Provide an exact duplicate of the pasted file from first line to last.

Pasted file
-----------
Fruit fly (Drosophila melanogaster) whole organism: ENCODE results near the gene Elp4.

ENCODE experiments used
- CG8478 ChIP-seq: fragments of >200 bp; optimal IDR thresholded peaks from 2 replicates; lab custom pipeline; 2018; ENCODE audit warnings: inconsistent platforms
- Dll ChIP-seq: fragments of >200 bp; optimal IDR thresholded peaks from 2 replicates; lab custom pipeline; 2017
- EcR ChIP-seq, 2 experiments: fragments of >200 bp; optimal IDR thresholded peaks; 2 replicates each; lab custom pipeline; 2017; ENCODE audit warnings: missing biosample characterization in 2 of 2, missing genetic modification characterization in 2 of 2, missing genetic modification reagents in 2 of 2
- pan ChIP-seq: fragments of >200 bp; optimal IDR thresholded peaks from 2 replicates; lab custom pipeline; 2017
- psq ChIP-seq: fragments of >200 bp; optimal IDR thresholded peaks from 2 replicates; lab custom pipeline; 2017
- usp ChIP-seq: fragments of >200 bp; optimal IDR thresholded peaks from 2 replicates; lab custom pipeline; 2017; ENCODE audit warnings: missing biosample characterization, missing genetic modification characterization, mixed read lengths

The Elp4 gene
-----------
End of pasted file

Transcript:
Fruit fly (Drosophila melanogaster) whole organism: ENCODE results near the gene Elp4.

ENCODE experiments used
- CG8478 ChIP-seq: fragments of >200 bp; optimal IDR thresholded peaks from 2 replicates; lab custom pipeline; 2018; ENCODE audit warnings: inconsistent platforms
- Dll ChIP-seq: fragments of >200 bp; optimal IDR thresholded peaks from 2 replicates; lab custom pipeline; 2017
- EcR ChIP-seq, 2 experiments: fragments of >200 bp; optimal IDR thresholded peaks; 2 replicates each; lab custom pipeline; 2017; ENCODE audit warnings: missing biosample characterization in 2 of 2, missing genetic modification characterization in 2 of 2, missing genetic modification reagents in 2 of 2
- pan ChIP-seq: fragments of >200 bp; optimal IDR thresholded peaks from 2 replicates; lab custom pipeline; 2017
- psq ChIP-seq: fragments of >200 bp; optimal IDR thresholded peaks from 2 replicates; lab custom pipeline; 2017
- usp ChIP-seq: fragments of >200 bp; optimal IDR thresholded peaks from 2 replicates; lab custom pipeline; 2017; ENCODE audit warnings: missing biosample characterization, missing genetic modification characterization, mixed read lengths

The Elp4 gene